The Waterloo Association: Members Area

Get Involved:

Facebook Twitter Email
The Napoleon Series > Military Information > Organization, Strategy & Tactics

French Artillery in 1807

By Paul Dawson

Friedland and the actions of General Senarmont are synonymous. However, what Senarmont wrote about his action when combined with other sources provides a confusing picture of the battle. In order to prove or disprove statements we must turn to primary sources that have no bias such as the number of guns issued to French army, the number or rounds per tube and so forth. .

The table below, drawn up by General Songis, dated May 7th 1807, was the organisation of the army for the forth-coming action at Friedland, and is an invaluable source for the artillery at Friedland. The table drawn up by Songis, demonstrates quite clearly that French artillery at this time did not have nice neat batteries of matching calibres of guns, or had either 8 or 6 pieces.

It also shows quite clearly how many guns Victors 1st Corps had and how many rounds of ammunition.

French Artilleryman circa 1807

The 1st Corps had 30 guns, 2 x 12 pounders, 6 x 4.6 howitzers, the remainder being 6 pounders. Senarmont apparently had 36 guns according to many sources. Unless he borrowed guns from other corps, he advanced with only 30 guns. If he held 6 guns in reserve that would leave two batteries of 12 guns.

For these 30 guns, Senarmont had at his disposal some 1,323 rounds for his 6 howitzers (roughly 220 rounds per tube), 624 rounds for his 2 x 12 pounders and 6,657 rounds for his 6 pounders, plus rather oddly nearly 2000 rounds for 3 pounder guns, of which 1st Corps had none (officially, but there may have been battalion guns not organised by the artillery, but assigned to the infantry regiments.) Therefore each 6 pounder and 12 pounder had just over 300 rounds.

Further research has shown that Senarmont did have 36 guns. Thirty guns were those manned by the line artillery, while the additional 6 guns, were 3 pounder guns from the regimental artillery attached to Dupont's troops. This explains their absence from the 'regular' artillery of the line. Three pounder field pieces would have had little or no effect. If Lauermas figures are to be believed, at 400 yards, of the 61 balls that make up the heavy cannister of a 3 poundr, less than 20 would actually hit the target. However, these tests, can bear little relation to what occured in reality, and the estimates must be lowered again. As for running out of ammunition, well in theory, each gun could fire for 300 minutes at one shot per minute, or 150 minutes at two per minute, so it would be possible to expend all the ammunition in nearly 2 hours of action. Of course we dont know at what rate Senarmont was firing and how long he remained at one range. But it seems unlikely that he would have run out of ammunition.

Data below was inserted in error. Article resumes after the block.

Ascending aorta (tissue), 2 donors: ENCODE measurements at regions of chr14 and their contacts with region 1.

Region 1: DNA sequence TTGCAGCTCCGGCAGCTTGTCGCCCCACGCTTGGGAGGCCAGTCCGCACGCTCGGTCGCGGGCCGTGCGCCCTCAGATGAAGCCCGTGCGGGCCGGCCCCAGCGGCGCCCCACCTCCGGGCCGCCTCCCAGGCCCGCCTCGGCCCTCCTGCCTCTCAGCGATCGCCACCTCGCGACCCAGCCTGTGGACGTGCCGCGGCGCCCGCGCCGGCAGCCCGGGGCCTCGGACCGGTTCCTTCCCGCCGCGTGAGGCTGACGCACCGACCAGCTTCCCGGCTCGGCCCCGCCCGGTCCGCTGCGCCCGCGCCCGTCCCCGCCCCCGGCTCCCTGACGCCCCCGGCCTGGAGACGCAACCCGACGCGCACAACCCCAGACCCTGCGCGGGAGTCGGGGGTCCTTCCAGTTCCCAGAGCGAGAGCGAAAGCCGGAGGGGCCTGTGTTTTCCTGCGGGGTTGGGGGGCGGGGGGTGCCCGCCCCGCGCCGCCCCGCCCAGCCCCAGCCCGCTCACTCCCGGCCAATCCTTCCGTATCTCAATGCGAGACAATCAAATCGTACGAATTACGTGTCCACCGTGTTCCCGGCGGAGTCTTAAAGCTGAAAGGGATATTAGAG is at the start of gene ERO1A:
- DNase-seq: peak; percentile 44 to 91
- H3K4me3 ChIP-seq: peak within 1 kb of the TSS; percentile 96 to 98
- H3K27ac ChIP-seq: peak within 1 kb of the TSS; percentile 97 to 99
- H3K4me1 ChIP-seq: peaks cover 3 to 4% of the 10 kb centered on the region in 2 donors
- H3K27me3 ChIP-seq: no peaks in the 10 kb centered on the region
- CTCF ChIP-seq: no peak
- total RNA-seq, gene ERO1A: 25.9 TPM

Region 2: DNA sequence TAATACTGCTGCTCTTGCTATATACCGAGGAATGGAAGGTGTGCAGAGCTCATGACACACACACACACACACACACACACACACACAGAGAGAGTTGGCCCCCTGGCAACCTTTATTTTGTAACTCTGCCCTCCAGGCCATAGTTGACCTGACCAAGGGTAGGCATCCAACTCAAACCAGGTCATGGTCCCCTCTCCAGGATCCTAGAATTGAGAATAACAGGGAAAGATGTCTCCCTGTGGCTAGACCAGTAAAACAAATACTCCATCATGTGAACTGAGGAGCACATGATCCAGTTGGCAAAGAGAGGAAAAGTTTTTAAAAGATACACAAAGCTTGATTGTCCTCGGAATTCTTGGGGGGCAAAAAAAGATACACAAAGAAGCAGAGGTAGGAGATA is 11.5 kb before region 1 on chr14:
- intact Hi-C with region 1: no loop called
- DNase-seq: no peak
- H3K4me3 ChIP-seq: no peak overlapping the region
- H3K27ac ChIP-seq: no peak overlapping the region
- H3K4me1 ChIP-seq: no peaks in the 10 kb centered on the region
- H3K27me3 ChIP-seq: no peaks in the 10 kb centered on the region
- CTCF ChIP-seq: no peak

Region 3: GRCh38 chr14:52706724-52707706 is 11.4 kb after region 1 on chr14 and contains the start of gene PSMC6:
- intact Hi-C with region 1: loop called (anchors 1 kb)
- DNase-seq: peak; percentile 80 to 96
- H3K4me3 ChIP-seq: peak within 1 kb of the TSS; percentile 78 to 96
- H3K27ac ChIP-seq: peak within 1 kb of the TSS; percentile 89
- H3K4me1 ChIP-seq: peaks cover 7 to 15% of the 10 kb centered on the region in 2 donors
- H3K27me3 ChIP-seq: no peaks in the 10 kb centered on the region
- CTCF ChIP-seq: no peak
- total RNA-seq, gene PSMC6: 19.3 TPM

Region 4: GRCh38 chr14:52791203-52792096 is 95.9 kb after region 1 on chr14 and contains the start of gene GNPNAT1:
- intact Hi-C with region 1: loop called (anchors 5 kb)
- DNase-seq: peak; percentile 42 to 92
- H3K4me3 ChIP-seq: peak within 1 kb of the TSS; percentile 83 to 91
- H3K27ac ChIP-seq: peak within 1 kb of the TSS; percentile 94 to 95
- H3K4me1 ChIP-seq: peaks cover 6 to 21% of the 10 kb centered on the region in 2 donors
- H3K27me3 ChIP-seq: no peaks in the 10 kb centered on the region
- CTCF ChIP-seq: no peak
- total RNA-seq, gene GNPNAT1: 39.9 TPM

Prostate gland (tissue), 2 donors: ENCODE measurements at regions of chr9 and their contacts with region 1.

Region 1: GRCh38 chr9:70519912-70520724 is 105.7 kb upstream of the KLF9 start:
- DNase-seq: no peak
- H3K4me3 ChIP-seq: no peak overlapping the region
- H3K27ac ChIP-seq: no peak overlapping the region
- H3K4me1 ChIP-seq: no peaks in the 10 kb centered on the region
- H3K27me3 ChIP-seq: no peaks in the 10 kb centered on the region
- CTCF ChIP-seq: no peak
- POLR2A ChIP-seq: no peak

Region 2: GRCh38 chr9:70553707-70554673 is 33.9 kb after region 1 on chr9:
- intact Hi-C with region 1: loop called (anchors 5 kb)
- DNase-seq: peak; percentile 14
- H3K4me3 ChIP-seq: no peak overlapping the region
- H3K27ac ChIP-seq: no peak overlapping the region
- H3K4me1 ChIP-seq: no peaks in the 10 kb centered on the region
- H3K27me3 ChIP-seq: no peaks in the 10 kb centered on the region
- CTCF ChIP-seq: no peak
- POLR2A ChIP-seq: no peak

The organisation of the artillery before Friedland also demonstrates that the new An XI 6 pounder guns had not totally replaced the old Gribeauval System 8 pounder and 4 pounder. Production was stopped in 1808, and the Gribeauval system re-applied in 1810. Authors who have studied this period have assigned General Nicholas Songis as leading this committee. Songis retired from the army in 1809 and was replaced by General Lariboisiere, who headed the committee. Songis died in December 1810, and had been a friend of Bonaparte since the Army of Italy. He commanded the artillery in Egypt and the Consular Guard artillery at Marengo. He also sat on the AN XI committee. He was however over shadowed by Marmont and is buried in Parthenon, in Paris.

The Grande Armee in 1807 had 85 x 8 pounders and 19 x 4 pounders compared to 166 x 6 pounders. The 6 pounder was replacing the older system and was acting as a universal gun for foot and horse batteries. The army as a whole had 40 x 12 pounders, so the bulk of the artillery were medium guns rather than heavy. It is interesting to note that a year later, assuming that there were few changes to the composition of the line artillery, that the Guard had 48 12 pounders, the largest concentration in the Grande Armee. Also, when the committee, which created System An XI, sat many officers wanted heavier howitzers. So again it seems that the rather the new An XI gun becoming dominant the old Gribeuaval 5.6 was in use, 28 An XI, compared to 52 Gribeauval guns.

The table also shows the use of 8 x 3 pounders and 11 x 4.6 howitzers. One may assume that these 3 pounders were horse or battalion guns and may have been captured pieces as the Gribeauval system did not introduce 3 pounder, and the only 3 pounder in An XI was a mountain gun. Likewise the 4.6 Howitzers do not appear to be French in origin.[1]

Many authors who have dealt with French field artillery, have, in the main, tended to over simplify battery organisation, stressing that a foot battery would have 8 guns: 6 long guns and two howitzers; while a horse battery would have 6 guns: 4 long guns and two howitzers. This is a very general over simplification of what the organisation was actually like.